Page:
That hole leads to a glass tube inside the cap that can guide wire either up into the bulb or out through the base (through that hole you just made). Bend about half an inch of wire around your index finger so it makes a “J” shape.

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Thread the wire through that hole in the cap so it runs out the hole in the base – Formerly Known As Electrical Contact.

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If you have trouble, remove the wire and keep trying. There’s only two ways it can go, so if it’s not coming out the base, it may be going up into the bulb.

Now you should have half an inch of wire coming out through the base (this is your front wire). Clip the rest of your wire so there’s another half inch coming out through that hole in the side of the cap (this is your back wire).

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Set that aside for a second while you attach a jump ring to an earring hook.

These guys! With the 6mm jump rings, you don't even need pliers – I open and close them by hand.
These guys! With the 6mm jump rings, you don’t even need pliers – I open and close them by hand.

Last steps: slide your jump ring (with hook attached) down the length of wire that runs out the base of your bulb (the front wire).

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Make sure the hook faces backward, that is, front-to-back (front wire-to-back wire), otherwise when you go to put your earrings on, they’ll hang backwards. Next, pinch the wire ends toward each other so they cross in the middle and make an X.

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Use your needle nose pliers to grip both lengths of wire right above where they cross (the “X”).

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Make sure to keep the earring hook forward – keep it in place with your index finger while you hold the rest of the bulb in your hand. Twist the wire ends together, twisting the back wire over the front wire. Continue to twist several times until the wires are tightly intertwined with two little rabbit ear ends sticking out the top.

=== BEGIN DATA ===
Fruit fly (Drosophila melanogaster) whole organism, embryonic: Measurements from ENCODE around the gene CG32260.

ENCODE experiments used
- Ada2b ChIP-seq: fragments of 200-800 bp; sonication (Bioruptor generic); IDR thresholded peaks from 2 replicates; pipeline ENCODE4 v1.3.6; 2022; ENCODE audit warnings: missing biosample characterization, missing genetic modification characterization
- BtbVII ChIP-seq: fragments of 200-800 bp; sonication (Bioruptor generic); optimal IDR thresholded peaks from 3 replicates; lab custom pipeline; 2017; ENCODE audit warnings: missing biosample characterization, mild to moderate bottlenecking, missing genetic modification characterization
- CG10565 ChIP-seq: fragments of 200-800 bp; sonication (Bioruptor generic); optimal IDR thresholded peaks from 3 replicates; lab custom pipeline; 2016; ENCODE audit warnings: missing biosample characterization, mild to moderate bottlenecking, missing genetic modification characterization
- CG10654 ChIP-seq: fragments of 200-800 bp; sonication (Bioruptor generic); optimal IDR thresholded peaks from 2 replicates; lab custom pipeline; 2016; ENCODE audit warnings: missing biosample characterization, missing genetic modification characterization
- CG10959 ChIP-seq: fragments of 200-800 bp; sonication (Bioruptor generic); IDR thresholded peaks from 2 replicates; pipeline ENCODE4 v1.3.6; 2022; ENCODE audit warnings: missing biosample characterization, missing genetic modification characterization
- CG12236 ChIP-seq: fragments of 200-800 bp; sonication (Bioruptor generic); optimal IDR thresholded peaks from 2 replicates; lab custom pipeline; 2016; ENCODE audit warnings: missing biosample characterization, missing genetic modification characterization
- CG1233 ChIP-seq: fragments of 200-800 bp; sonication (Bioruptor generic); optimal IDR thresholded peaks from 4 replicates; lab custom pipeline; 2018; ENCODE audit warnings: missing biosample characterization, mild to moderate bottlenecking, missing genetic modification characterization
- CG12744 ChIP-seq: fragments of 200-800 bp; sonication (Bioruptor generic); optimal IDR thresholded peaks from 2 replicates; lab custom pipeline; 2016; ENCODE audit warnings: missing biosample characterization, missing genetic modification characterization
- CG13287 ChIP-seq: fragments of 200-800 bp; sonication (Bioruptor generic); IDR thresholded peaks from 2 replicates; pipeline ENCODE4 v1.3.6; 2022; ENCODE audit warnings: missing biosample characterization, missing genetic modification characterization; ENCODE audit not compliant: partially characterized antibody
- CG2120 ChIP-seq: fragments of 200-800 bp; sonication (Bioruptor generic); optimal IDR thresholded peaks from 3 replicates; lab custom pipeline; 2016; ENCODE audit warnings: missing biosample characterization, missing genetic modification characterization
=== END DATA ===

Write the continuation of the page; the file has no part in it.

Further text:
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Grab your wire cutters and clip your two wires just below those rabbit ears.

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You can now push that twisted wire piece backwards, either with your finger or with your pliers, until it lies flat.

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Check it out. Now you’ve got a holiday light bulb earring. You can do it all again and make a matching one, or make a mis-matched pair, or just wear one and look like you’re too cool to care.

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Or you can get a bunch of piercings and put a light bulb in each one.

Nifty, eh? And for much less than the corporate fat cats are charging for their inferior versions that are usually covered with glitter or some stupid nonsense. Screw the Man! Speaking of which, I did all the touch-up work on my photos with GIMP, the free, open source alternative to Photoshop. I’ve been using this program for three or four years and love it.

One final word, on categorizing this post under “upcycle.” I hate that term, but I had to use it for the sake of search engine optimization, or SEO. That’s right, I know my SEO. On a completely unrelated note, I still have some hours available for freelance writing, research/analysis, and content management work.